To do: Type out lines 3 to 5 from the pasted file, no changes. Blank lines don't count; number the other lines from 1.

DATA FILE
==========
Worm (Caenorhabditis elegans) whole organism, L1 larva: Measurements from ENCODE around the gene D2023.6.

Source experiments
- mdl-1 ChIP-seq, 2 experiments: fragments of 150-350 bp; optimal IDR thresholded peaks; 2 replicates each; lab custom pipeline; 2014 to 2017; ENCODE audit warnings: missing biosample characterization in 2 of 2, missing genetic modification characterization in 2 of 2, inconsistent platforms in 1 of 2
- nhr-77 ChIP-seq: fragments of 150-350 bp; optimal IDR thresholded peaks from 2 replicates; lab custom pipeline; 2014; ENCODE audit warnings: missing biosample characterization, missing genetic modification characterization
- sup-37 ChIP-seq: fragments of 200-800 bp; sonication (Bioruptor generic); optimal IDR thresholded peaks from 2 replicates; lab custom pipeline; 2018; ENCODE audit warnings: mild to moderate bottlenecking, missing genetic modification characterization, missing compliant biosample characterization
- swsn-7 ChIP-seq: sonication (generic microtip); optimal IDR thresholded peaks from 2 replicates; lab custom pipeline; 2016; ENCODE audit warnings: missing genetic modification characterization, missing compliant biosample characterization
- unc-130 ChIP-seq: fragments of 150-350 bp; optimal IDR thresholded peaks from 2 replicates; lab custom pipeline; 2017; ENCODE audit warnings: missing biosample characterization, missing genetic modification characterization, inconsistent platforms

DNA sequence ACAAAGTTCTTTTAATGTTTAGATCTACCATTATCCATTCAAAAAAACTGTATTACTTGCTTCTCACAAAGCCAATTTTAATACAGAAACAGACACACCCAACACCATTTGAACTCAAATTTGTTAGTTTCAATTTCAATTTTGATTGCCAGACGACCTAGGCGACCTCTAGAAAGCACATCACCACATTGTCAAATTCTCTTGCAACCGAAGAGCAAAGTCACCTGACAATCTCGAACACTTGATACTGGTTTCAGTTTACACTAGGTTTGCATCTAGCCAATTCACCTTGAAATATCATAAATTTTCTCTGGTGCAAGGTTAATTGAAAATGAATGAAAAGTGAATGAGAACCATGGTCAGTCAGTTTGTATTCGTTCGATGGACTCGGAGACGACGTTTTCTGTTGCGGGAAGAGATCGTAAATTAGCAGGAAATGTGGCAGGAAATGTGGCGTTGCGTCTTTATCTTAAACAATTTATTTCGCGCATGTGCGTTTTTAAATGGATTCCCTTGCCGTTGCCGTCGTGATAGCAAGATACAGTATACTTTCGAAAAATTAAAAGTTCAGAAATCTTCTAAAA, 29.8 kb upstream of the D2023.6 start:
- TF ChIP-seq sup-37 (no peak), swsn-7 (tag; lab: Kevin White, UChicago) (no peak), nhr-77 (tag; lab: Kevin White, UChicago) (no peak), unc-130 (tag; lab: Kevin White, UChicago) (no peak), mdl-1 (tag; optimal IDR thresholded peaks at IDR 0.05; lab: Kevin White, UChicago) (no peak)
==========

- mdl-1 ChIP-seq, 2 experiments: fragments of 150-350 bp; optimal IDR thresholded peaks; 2 replicates each; lab custom pipeline; 2014 to 2017; ENCODE audit warnings: missing biosample characterization in 2 of 2, missing genetic modification characterization in 2 of 2, inconsistent platforms in 1 of 2
- nhr-77 ChIP-seq: fragments of 150-350 bp; optimal IDR thresholded peaks from 2 replicates; lab custom pipeline; 2014; ENCODE audit warnings: missing biosample characterization, missing genetic modification characterization
- sup-37 ChIP-seq: fragments of 200-800 bp; sonication (Bioruptor generic); optimal IDR thresholded peaks from 2 replicates; lab custom pipeline; 2018; ENCODE audit warnings: mild to moderate bottlenecking, missing genetic modification characterization, missing compliant biosample characterization